Un-Recipes: Kale

We love recipes here at PB&J. We love discovering new recipe sites, spending hours reading cookbooks, trying exciting new recipes, and of course, building the perfect recipes for our students! But recipes can be time consuming! Sometimes recipes include exotic ingredients or they don’t use all of what you have on hand. And sometimes you just need to put some food on the table quick and easy!

To work around this issue, we are putting together a series of what we call “un-recipes.” These are brief how-to’s on preparing and serving some of the ingredients we are working with this summer.

First up: KALE! Kale is a PB&J favorite, as it is often one of the more transformative foods for our students. Often when we introduce students to kale we get a chorus of “ewwwww” and “yuuuuck!” Honestly, we get it, it can be tough, very green, and even kind of looks like mini-alien-trees. But by the end of our classes we have kids begging for more!

What is it?

Kale is a leafy green in the same family as broccoli, cabbage, and collard greens. It has a mildly bitter-sweet flavor, and it can be a little chewy (though the younger it is, the more tender and sweet it is).

Un-Recipes: Kale

What are 3 good ways to eat it?

As a salad.

If you can get younger, small kale (3-4 inch leaves) you can just tear it up and throw it in with your lettuce or other salad greens. If the leaves are bigger, you can remove the stems, cut or tear the kale into bite-sized pieces, then massage some olive oil (about 1 tbs per bunch) into the kale to tenderize it before dressing it as you would any other salad. We love kale with a lemon vinaigrette, Caesar dressing, or even Asian-inspired vinaigrette with some soy sauce and toasted sesame oil.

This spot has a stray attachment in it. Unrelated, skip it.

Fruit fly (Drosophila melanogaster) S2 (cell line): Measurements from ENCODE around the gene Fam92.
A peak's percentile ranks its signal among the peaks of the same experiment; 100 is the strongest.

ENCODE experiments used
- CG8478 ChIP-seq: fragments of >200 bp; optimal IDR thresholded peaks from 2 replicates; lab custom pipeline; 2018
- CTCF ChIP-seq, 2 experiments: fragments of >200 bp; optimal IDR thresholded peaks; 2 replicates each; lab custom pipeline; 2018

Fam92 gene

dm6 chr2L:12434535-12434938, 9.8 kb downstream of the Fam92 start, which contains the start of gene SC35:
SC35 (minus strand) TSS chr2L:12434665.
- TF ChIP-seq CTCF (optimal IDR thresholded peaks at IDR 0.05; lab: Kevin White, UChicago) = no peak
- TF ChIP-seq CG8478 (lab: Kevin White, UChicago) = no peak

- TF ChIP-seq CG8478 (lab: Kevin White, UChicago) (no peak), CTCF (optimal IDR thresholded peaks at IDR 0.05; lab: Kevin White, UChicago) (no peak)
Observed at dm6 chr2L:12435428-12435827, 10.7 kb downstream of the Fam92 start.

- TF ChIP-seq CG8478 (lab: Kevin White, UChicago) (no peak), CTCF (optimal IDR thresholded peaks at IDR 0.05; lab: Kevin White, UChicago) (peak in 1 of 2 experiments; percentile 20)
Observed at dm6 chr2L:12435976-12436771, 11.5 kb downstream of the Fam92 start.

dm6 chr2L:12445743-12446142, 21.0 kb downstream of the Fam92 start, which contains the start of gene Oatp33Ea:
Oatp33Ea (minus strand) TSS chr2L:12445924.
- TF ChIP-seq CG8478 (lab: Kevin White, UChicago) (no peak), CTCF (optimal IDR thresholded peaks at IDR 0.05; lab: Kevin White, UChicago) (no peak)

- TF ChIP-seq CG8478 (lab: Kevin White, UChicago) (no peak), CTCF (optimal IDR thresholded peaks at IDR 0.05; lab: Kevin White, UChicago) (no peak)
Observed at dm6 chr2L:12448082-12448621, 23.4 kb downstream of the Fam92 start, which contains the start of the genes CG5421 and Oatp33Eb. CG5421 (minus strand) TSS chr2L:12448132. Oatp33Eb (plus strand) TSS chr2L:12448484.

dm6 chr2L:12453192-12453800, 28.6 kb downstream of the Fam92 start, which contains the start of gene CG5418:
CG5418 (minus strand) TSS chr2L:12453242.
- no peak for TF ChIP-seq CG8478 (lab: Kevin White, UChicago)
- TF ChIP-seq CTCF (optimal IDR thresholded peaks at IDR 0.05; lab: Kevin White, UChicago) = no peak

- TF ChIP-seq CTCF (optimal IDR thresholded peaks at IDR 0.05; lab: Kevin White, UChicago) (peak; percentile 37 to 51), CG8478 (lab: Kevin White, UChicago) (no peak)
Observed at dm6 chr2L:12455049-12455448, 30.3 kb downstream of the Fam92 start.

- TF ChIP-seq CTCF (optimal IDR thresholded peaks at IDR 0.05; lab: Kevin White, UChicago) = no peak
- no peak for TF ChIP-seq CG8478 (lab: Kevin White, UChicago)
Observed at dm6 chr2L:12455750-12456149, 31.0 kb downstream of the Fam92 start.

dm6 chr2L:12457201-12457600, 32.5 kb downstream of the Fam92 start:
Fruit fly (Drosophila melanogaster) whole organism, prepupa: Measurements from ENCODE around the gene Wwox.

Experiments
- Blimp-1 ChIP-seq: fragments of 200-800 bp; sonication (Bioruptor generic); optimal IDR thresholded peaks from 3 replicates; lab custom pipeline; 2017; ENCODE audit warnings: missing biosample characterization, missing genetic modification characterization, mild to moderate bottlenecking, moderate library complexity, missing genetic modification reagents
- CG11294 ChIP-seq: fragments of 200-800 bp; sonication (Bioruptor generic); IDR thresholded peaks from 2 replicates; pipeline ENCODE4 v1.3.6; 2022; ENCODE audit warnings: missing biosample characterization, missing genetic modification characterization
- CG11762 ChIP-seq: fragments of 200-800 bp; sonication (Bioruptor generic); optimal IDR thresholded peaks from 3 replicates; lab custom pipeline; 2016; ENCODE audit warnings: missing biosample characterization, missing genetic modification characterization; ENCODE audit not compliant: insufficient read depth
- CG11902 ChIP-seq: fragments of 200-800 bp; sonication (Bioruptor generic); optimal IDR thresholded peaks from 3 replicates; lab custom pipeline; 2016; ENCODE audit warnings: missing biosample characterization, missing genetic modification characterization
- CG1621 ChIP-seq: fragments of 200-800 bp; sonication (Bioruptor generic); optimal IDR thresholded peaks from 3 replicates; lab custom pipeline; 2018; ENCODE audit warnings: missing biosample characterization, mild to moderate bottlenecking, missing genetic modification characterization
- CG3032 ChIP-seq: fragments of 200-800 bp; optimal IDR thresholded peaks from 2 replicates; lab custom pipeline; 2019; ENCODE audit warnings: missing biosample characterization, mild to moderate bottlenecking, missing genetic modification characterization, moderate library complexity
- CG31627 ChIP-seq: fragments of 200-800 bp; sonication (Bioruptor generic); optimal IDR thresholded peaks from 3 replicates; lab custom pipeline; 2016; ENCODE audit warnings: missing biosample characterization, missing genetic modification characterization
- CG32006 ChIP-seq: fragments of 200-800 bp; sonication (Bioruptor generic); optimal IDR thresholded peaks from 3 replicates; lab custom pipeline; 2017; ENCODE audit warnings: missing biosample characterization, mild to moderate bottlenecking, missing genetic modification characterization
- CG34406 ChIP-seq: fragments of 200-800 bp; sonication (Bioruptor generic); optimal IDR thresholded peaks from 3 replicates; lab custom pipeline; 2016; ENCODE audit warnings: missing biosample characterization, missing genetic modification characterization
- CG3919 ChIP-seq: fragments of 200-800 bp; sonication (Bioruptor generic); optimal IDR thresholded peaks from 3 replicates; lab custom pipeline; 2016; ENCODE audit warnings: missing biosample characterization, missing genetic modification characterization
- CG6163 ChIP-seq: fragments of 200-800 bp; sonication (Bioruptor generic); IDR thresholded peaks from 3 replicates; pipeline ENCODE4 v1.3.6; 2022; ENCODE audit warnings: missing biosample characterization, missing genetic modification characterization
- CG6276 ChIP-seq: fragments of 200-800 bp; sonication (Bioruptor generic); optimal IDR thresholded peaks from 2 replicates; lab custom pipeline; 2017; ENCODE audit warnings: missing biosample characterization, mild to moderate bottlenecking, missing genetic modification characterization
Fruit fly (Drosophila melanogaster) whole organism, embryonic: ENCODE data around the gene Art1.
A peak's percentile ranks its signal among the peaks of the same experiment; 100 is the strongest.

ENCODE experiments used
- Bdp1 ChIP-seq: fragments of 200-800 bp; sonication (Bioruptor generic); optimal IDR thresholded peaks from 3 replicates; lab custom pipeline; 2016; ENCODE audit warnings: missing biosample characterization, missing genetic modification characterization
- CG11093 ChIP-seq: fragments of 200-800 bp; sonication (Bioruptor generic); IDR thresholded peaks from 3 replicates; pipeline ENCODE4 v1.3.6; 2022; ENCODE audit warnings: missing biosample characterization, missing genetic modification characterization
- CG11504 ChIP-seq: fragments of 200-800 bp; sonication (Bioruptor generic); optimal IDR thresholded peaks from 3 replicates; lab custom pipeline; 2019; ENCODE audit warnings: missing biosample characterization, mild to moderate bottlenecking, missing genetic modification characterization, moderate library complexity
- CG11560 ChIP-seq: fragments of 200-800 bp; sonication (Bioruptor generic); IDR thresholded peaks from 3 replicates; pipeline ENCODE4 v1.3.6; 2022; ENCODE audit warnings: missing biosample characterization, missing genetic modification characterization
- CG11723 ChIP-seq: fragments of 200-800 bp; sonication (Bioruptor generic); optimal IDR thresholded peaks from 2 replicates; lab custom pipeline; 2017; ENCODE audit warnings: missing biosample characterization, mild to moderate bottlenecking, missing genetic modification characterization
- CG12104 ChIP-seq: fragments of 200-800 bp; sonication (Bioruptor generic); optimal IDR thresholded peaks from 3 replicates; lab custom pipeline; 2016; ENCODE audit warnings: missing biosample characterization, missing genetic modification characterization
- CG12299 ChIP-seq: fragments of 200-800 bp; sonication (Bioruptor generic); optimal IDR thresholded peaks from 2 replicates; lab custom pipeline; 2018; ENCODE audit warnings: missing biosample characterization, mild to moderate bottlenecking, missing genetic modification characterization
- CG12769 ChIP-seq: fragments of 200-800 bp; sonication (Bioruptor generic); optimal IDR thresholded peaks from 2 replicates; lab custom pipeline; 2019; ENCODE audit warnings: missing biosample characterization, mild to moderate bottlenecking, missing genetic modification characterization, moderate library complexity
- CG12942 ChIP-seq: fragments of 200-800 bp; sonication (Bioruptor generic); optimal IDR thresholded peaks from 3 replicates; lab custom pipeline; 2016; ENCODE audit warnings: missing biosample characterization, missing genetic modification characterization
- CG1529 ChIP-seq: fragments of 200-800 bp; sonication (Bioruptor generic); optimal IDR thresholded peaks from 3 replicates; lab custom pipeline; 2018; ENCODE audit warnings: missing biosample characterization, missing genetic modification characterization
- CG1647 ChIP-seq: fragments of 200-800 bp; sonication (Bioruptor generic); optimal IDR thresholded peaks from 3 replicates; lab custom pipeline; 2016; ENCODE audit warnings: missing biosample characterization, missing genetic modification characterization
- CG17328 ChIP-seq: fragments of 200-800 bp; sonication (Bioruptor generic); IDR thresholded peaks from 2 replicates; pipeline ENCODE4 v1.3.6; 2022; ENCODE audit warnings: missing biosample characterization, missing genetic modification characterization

If you’re looking for more of a hot dish to make with kale. We love sautéed kale. Start by removing the stems and chopping it into bite-sized pieces. Then, mince 2 or 3 cloves of garlic, or half an onion, 1 tsp of chili flakes, or even 1 tbs of fresh ginger, you want a little bit of something aromatic for flavor. Add 1 tbs of cooking oil to a hot skillet or sautée pan over medium-high, and let it heat for 20-30 seconds. Then add the garlic, onion and spices and let them cook until you can smell them. Then add the kale and turn the heat down to medium. Let the greens go without stirring them for 3-4 minutes, until they start to turn dark green. Then give them a good stir and let them cook until they’re all dark green and even have a few browned bits.


Braised greens are great when the weather turns a bit cooler. Start the greens the same way as sautéing, but when you would stir in the sautéing version, add about 1-2 cups of liquid (water, stock, vinegar, any liquid!) and let it cook until the liquid is mostly gone

Why is it good for me?

Kale is super healthful! It has lots of fiber, vitamin C, vitamin A, and vitamin K.

How can I get it?

You can find good kale at almost every grocery store, you can find different, colorful varieties at farmer’s markets, and it is supremely easy to grow from seed if you have a garden!